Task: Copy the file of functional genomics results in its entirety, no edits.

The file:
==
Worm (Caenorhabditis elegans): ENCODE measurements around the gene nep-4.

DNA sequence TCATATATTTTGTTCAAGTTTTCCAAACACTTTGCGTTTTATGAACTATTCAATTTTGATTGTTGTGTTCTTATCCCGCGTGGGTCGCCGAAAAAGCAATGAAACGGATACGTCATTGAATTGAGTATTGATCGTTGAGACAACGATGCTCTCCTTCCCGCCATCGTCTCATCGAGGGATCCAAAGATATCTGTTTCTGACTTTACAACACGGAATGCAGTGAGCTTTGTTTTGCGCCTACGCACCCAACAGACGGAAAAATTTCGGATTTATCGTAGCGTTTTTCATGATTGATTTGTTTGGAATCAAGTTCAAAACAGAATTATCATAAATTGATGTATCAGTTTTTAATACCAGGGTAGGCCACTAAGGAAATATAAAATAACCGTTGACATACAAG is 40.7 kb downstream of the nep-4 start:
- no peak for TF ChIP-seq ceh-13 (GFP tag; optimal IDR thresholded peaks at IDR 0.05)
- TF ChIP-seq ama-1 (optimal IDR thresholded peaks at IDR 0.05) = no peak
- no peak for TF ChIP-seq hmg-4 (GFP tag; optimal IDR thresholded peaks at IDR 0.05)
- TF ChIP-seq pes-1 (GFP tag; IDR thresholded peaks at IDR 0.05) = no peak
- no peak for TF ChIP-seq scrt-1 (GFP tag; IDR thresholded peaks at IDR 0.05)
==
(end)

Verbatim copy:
Worm (Caenorhabditis elegans): ENCODE measurements around the gene nep-4.

DNA sequence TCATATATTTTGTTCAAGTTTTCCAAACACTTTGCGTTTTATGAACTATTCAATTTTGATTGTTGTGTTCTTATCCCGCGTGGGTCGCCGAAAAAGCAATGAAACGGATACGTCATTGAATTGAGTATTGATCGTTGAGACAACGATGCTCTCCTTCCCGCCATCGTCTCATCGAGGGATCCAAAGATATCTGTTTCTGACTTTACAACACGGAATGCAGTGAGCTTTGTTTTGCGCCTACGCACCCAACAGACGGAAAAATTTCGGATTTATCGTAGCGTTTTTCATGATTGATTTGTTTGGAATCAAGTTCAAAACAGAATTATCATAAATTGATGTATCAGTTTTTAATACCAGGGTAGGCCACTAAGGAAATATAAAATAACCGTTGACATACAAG is 40.7 kb downstream of the nep-4 start:
- no peak for TF ChIP-seq ceh-13 (GFP tag; optimal IDR thresholded peaks at IDR 0.05)
- TF ChIP-seq ama-1 (optimal IDR thresholded peaks at IDR 0.05) = no peak
- no peak for TF ChIP-seq hmg-4 (GFP tag; optimal IDR thresholded peaks at IDR 0.05)
- TF ChIP-seq pes-1 (GFP tag; IDR thresholded peaks at IDR 0.05) = no peak
- no peak for TF ChIP-seq scrt-1 (GFP tag; IDR thresholded peaks at IDR 0.05)